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Radical Espresso: Mario Savio and Berkeley’s Free Speech Movement

Radical Espresso: Mario Savio and Berkeley’s Free Speech Movement

Laura E. Ruberto (October 26, 2008)
Mario Savio's "operation of the machine" speech, Sproul Plaza, UC Berkeley, December 2, 1964

What happens when a Berkeley café lays claim to an Italian American free thinker?


It’s not like no one knows who Mario Savio is.

After all, he’s remembered as a significant part of the history of the 1960s Free Speech and Civil Rights movements. But his Italian American background is not often recognized in relation to the remarkable life he led as a political activist, public speaker, and teacher.
Savio (1942-1996) was born to Italian American parents—his father was from Sicily—in Queens, where he spent his formative years. Although, as Gil Fagiani notes, Savio “until the 1970s had little conscious ethnic identity” (in Cannistraro and Meyer 248), from the mid-70s on, when trying to explain his early involvement in civil protest, he would remark on his working class, devoutly Catholic, Italian American family. He continued to do so throughout his life: just a year before his death, when speaking out against retrograde California legislation opposing immigration and affirmative action, he again took note of how his Italian background helped shape his view of public policy and the role of the individual citizen.
Both the City of Berkeley and the famous university it is home to make (through various civic events and public markers) constant—and at times rather nauseatingly self-congratulatory—allusions to the area’s radical past and the succor it has long given to various kinds of alternative cultures.
To those people aware of the city’s and university’s progressive attitude, it generally comes as little surprise to walk around the UC Berkeley campus today and take note of how the university honors Savio’s legacy. (The irony that the university opposed Savio’s actions at the time he was a student but now benefits from his fame is lost on no one.)
In 1997 the steps at Sproul Plaza, where Savio gave many of his speeches, were officially renamed the “Mario Savio Steps.”
Mario Savio Steps
Then, in 2000, the Free Speech Movement Café opened on the first floor of Moffitt Library, dedicated to the memory of Mario Savio.
Mario Savio poster at the Free Speech Movement Cafe, UC Berkeley
Poster inside the Free Speech Movement Cafe
The café offers the usual Bay Area array of outsize scones and complicated espresso drinks, and it promotes (and funds), as the FSM Café literature states:
forums, panels, exhibits and other events in the FSM Café to generate critical discussion about contemporary social and political issues. 
But neither near the Mario Savio Steps, nor in the café’s in-house informational placards, nor on its website is there reference to Savio’s Italian background. (Let me be sure not to forget that the City of Berkeley recently dedicated its own Italo-free homage to Savio in a 30-foot public sculpture that sits atop a footbridge spanning Highway 80.)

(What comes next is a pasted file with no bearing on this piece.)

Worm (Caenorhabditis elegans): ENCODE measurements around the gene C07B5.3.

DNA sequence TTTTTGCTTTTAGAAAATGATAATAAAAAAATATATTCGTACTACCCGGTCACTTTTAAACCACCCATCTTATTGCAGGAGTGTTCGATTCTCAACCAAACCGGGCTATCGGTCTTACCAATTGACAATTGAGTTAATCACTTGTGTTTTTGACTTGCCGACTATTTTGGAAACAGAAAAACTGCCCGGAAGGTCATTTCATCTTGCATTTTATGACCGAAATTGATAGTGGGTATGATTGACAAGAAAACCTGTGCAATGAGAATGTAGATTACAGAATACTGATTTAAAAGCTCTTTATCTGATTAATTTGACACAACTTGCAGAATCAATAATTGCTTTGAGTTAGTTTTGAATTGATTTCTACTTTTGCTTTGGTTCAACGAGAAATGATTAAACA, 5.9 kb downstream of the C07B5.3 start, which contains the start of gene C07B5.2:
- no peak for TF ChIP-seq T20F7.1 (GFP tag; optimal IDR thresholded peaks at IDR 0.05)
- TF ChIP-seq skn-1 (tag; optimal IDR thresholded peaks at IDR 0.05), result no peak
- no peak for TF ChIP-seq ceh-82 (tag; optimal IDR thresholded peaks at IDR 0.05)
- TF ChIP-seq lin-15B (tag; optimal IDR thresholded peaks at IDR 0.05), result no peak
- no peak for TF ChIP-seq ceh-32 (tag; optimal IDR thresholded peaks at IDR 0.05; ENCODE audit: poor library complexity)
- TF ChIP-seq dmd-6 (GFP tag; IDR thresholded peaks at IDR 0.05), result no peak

Berkeley Big People sculpture (Mario Savio detail)
"Berkeley Big People" Public Sculpture (by Scott Donahue), w/Mario Savio detail
There are more and more voices associated with a decidedly Italian American perspective that lay claim to, as Philip V. Cannistraro and Gerald Meyer put it, The Lost World of Italian American Radicalism, and in so doing place Savio alongside other forward-thinking intellectuals, politicians, activists, and artists. In particular Gil Fagiani’s essay about Savio in The Lost World comments on one of the consequences of this so-called amnesia:
The amnesia about Italian American radical legacy made it easier for Savio and others who came of political age in the ‘60s and early ‘70s to view the Italian American community as an obstacle to the progressive agenda. (249)
Interestingly, even as Savio may not have initially seen the potential usefulness of linking his Italian American identity to his leftist position, Fagiani and others note how Savio recognized the possibility of progressive action that could come about by connecting the needs of  various disenfranchised groups (in a truly Gramscian fashion, I might add)—from African Americans in Mississippi and UC Berkeley in the 1960s, to undocumented workers and minority college students in the California of the 1990s.
Indeed, as others have said before (see, for instance, online pieces by George De Stefano, Tommi Avicolli Mecca, and Joseph Sciorra), it is time to lay claim to such visionary thinkers as Mario Savio. And, yes, I’ll take an enormous scone with my cappuccino, per favore.


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Ciao Laura. I was very

Ciao Laura. I was very pleased to see this piece, and of course delighted that you mentioned my work. Mario Savio's ethnic identity is too rarely recognized as important to who he was. Gil Fagiani made a significant contribution with his essay on Savio ("Resurrecting an Italian American Radical") and I'm glad you cited it, as well as the landmark Lost World of Italian American Radicalism conference. The conference, besides presenting Gil's research on Savio, also included a remarkable talk, by Jackie De Salvo, about another important Italian American radical, the civil rights activist and Catholic priest James Groppi. There also were presentations about Italian immigrant anarchists and Communists, women labor activists, class consciousness among Italian American workers, and radical writers. It's important to remember, learn from, and be inspired by such figures, as well as by the overall tradition of Italian American radicalism. Anyone looking to learn more about that tradition definitely should get a copy of the Cannistrato-Meyer collection of conference papers you cite.

--George De Stefano